Science For All: A Conversation with Dr. Brian Greene

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Science For All: A Conversation with Dr. Brian Greene

The genesis of the World Science Festival, a wonderland for science outreach. 


Victoria DiTomasso, SPS Summer 2016 Intern

Brian Greene onstage in "Light Falls—Space, Time, and an Obsession of Einstein." Photo courtesy of the World Science Festival.

The World Science Festival is a wonderland for science outreach. For seven days each year, New York City is the gathering place of the great minds in science and the arts, all working to produce live and digital content that brings science out of the laboratory and into the streets, parks, museums, galleries, and performing arts venues throughout the city. Over the past nine years, it has drawn more than a million and a half visitors, with millions more viewing the programs online. 

It all had to start somewhere, and if you look back to 2005, one of the festival’s cofounders and current chairman of the board of directors, Dr. Brian Greene, “had never even heard of the idea of a science festival,” he tells SPS.

In 1999, Brian Greene rose to prominence as a science communicator after publishing The Elegant Universe, his book about string theory written for a general audience. In 2005, the Italian translator of his book told him about a science festival that had taken place in Genoa, Italy. As the translator described the events that had happened all throughout the ancient town of Genoa, he thought, “If a science festival was something that could succeed in Genoa, how thrilling would it be to make a New York version of this?” To him, “it was a great challenge” and one that he eagerly took on.

 Stargazing in Brooklyn Bridge Park." Photo courtesy of the World Science Festival.

He saw his vision of a science festival in New York City realized for the first time in 2008 and since then has been continuously surprised by the variety of people that enthusiastically come to its programs.  

Its audiences have people from all walks of life. The festival, he says, is “recognition that science cuts across all of these boundaries and hits people at a deep place of curiosity and wonderment.” 

It is by tapping into that broad appeal that Greene entices the public to learn about science. 

“The best way to get someone interested in these ideas is if it’s organic, if you don’t sell them on it, don’t somehow force them,” he says. 

Brief interactions—a demo, a short paragraph in a book, or even just a visual on TV—can be enough to form a connection between the learner and science.

Greene credits that connection to what he refers to as a “human hook...a metaphor, analogy, story, or historical episode.”

Children get the unique opportunity to play astronaut for the day at "Street Science." Photo courtesy of the World Science Festival.

Once given the chance to share the science, it, too, must be presented in an accessible way. You need to “meet people at their level,” Greene instructs. He achieved this in his book, The Elegant Universe, by “describing ideas with a variety of different metaphors, at varying levels of difficulty.”  Presenting the information at a variety of levels gives audience members “permission to not understand everything, which allows for a much broader appeal.”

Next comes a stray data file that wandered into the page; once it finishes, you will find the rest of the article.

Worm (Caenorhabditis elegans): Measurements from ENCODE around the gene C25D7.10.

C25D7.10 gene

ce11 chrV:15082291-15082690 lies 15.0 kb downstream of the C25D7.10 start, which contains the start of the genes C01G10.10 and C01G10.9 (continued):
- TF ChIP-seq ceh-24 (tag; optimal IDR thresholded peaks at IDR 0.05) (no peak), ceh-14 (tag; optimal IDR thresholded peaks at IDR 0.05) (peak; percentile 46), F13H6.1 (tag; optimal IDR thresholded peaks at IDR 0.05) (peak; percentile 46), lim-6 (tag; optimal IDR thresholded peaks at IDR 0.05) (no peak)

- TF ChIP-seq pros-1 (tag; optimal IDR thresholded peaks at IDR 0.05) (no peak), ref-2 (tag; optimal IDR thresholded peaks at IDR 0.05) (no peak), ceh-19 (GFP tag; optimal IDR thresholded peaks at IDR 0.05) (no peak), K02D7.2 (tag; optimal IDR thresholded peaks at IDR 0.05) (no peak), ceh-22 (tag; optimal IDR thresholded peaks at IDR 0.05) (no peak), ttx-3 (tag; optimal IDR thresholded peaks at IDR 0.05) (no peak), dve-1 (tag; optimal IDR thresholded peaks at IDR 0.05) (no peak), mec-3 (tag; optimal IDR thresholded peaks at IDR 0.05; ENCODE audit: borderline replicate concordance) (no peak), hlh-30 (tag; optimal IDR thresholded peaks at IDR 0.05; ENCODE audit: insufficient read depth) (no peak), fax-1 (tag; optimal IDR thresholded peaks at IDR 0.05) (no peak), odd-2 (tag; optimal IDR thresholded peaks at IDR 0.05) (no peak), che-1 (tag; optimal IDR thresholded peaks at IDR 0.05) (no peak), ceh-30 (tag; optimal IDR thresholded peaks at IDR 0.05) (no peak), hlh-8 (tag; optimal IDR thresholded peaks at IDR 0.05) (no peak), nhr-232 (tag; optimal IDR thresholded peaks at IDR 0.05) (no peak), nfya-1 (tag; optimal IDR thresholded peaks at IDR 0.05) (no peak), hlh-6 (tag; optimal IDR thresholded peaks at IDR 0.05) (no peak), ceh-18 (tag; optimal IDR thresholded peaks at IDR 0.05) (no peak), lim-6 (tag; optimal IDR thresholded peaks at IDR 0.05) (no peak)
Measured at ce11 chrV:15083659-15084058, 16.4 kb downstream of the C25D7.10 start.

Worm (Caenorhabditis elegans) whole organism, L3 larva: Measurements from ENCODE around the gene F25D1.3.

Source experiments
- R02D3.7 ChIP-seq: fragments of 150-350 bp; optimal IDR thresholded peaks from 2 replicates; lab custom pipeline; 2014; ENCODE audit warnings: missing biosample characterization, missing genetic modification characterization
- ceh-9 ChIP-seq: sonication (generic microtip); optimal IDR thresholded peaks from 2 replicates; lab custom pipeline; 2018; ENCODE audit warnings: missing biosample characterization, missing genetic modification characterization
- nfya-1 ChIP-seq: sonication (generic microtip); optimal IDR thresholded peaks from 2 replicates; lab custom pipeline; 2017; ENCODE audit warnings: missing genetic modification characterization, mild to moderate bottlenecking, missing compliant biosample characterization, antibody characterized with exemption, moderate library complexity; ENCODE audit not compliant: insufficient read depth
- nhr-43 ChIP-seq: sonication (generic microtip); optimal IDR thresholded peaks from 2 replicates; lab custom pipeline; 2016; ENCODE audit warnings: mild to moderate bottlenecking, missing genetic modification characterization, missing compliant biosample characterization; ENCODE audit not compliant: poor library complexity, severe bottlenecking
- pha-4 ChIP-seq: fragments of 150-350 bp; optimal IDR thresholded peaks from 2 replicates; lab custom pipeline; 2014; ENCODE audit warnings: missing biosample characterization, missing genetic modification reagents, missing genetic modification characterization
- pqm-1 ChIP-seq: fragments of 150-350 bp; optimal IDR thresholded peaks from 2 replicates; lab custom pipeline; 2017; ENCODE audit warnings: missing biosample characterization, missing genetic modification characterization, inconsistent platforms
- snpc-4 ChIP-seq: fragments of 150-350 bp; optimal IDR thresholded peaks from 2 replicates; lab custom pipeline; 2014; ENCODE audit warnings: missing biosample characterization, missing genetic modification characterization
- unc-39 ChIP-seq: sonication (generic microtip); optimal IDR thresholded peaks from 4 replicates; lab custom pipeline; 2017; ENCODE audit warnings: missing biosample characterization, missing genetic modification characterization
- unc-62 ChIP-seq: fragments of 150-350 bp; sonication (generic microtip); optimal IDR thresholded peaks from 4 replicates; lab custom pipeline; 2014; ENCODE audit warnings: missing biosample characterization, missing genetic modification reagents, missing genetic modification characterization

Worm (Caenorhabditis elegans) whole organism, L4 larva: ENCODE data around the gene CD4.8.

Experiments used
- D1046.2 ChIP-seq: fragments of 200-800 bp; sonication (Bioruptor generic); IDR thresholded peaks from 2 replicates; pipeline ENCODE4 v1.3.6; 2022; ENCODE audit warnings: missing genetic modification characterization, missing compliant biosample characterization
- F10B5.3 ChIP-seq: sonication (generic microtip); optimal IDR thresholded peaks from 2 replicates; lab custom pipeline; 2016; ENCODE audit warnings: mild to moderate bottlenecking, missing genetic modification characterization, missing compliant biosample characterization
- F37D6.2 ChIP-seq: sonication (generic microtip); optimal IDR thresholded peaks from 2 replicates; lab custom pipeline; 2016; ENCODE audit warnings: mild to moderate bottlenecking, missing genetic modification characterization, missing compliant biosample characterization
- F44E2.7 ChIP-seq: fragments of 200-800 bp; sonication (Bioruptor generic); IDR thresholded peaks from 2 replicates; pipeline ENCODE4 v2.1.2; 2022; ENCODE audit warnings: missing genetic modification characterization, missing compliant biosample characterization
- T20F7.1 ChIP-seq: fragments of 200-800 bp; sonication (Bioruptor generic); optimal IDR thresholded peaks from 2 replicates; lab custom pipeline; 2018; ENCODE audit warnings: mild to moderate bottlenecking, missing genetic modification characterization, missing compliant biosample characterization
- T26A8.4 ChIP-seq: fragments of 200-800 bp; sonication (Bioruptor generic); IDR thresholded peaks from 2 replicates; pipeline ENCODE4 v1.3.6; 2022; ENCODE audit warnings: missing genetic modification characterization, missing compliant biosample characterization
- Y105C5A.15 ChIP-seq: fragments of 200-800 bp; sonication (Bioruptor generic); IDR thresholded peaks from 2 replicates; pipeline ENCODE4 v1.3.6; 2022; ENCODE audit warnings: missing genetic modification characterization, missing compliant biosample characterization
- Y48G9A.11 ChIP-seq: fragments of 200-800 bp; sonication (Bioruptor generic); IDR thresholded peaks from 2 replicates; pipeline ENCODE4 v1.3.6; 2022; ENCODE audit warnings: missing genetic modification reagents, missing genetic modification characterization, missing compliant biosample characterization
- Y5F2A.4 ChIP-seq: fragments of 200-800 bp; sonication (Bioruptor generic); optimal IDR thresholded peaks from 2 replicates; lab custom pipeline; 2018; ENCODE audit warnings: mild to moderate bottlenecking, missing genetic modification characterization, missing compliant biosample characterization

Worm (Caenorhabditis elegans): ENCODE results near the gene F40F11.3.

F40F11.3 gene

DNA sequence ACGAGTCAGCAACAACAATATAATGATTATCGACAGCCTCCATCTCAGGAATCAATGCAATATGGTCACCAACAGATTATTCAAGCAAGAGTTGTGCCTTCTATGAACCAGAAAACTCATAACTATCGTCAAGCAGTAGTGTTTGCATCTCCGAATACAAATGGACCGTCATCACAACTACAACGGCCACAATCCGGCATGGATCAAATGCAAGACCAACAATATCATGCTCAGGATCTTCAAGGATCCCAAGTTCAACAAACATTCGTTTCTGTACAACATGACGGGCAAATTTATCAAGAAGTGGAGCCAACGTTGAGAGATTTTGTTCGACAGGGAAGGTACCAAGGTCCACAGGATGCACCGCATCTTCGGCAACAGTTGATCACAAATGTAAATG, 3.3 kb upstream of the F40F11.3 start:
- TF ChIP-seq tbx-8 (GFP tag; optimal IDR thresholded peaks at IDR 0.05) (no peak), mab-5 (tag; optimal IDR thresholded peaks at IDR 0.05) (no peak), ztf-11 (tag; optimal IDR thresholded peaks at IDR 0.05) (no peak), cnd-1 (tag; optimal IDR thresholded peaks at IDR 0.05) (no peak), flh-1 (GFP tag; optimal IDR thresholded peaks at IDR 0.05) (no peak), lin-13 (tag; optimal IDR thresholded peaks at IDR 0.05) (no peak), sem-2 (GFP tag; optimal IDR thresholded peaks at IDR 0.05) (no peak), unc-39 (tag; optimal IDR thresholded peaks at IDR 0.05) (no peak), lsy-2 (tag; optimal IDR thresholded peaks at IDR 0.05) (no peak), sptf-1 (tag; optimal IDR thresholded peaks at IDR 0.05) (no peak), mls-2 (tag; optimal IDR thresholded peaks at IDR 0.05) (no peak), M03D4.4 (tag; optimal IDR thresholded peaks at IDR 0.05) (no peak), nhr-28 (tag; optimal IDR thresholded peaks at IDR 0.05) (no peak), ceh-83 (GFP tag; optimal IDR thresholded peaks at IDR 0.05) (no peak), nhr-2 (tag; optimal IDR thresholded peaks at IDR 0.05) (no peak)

Greene attributes his success as a communicator to being, first and foremost, a scientist. But he adds that he also sees his role as that of a translator, “keeping one foot in the actual research and another foot in the general public community, helping each to understand the other.” 

Greene says he initially developed his skills as a “translator” by analyzing his own learning process. As a student, he “required mental imagery to bolster [his] mathematical understanding.” Now, when talking to the public, he can “strip away the math and use that [same mental imagery] as a basis of communication.”

Street Science connects youth to the excitement of scientific discovery with hands-on demonstrations. Photo courtesy of the World Science Festival.

His advice to undergraduate students of science is to “learn the basics of your field inside and out. Do not let anything at an early stage intrude on that foundational understanding that will serve you for a lifetime. At the same time, read popular books and articles that can help you have a larger vision of why the details of your work really matter to people. Have a feel for the big ideas and how it can inspire the public to want to further understand the intimate details of your research.” 

The nitty gritty of any topic can put people off. In communicating his own work about cosmology and string theory, he makes sure to use the big, interesting questions about the origins of the universe to keep his audience curious about the details.

Undergraduates should seek out opportunities to practice these communication skills. Greene suggests acting as an “explainer” at a public program by attending the program and then explaining the science behind it to members of the audience. If this is not an option, use your school’s demonstrations department to host your own event. 

Ultimately, you will need to find what works for you. It is only through practice and experience that you will find the talent you bring as a communicator, or that you will strike your own balance between research and outreach, between human hook and science communication. //

Audience members get an up close and exciting demonstration at Street Science. Photos courtesy of the World Science Festival.

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